London’s iconic Thames Tunnel – the first tunnel ever built under a river – has become the setting for a project that saw Kingston University art, geography and geology students join forces to bridge the worlds of science and art.
Using 3D modelling techniques, pin-hole photography and sound recording, students from different disciplines were given the opportunity to explore ideas, experiment and learn from each other’s techniques and perspectives to find new ways read the landscape of the tunnel entrance and develop innovative ways of collecting data.
The year-long project was instigated by Kingston University London’s fine art foundation course lecturer Flora Parrott, Artist in Residence at the Royal Geographical Society (with IBG) Collection 2016, who linked up with her colleague, geography and geology lecturer Dr Mike Smith.
The evocative Grand Entrance Hall to the Thames Tunnel, in Rotherhithe, south east London, was chosen as the site to be analysed because of its potential for geographical and artistic exploration. The Grade II listed structure was designed by French-British engineer Marc Brunel and when it opened in 1843 it was the first tunnel built under a river. Today eerie sounds can be heard echoing around the vast chamber and the traces of the past can be found on its damp, crumbling walls.
The students were tasked with using the site as a focal point to draw on a diverse range of techniques learned on their courses to make visual and audio interpretations. These included using 3D modelling, sound recording, pin-hole photography, photogrammetry (making measurements from photographs), poetry and sketching, as well as traditional surveying methods that have been used by geographers since the 1800s.
By sharing techniques, the group were given a new perspective on how to interpret their surroundings. They identified parallels between their differing approaches and explored how their initial impressions could be expanded and challenged through collaboration.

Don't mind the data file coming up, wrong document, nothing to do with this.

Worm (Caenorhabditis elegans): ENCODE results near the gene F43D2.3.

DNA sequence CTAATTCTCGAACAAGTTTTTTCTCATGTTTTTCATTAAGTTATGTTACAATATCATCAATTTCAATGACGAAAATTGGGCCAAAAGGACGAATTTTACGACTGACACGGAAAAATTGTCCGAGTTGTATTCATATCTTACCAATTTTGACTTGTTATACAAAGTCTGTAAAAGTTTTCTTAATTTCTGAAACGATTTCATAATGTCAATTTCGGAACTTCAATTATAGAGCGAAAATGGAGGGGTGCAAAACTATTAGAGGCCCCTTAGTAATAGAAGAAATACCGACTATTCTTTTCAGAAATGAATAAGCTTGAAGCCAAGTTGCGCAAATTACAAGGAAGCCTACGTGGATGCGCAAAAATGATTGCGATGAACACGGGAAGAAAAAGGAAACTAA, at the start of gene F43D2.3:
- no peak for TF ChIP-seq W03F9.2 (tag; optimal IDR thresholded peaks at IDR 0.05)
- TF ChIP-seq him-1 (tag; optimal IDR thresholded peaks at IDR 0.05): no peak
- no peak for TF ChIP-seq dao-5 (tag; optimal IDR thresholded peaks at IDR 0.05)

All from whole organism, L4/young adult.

James O’Connor, a photogrammetry Phd student at Kingston University London, did 3D imaging work on the project and said he was interested in how science always looks to patch out errors, whereas artists embrace them. “It was very interesting to see how the art students’ work compared with scientists – they have a very different approach,” he said.
“When Flora spoke to us in the open forum before we went on the site visit, she opened it up for discussion. We were told there was no right or wrong answer. She created an environment where people could share ideas, which is a really positive thing.”
Dr Mike Smith said the art students benefitted from experiencing new techniques and skills, such as 3D imaging technology. “It was a diverse group of students but they mixed really well and worked collaboratively,” he said. “It exposed them to different learning techniques, ways of thinking and working very differently from what they are used to.”
The students carried out the project in their free time and it was not graded as part of their course work. Ms Parrott said this gave them enormous freedom that is fundamental to learning. “The students approached it in a totally different manner because there was no pressure to find an expected outcome,” Ms Parrott said. “They were able to study in a classical sense, enjoying and exploring the subject for its own sake – that’s what universities should be about.”
“I think it’s great for faculties to work in an interdisciplinary way, it’s really exciting,” Ms Parrott added.
The results of the students’ findings were recorded on a blog which became the foundation for a follow up workshop, during which students had the opportunity to reflect on the site visit and work collaboratively to combine data collected. They also pooled their resources together to create a film about the project.
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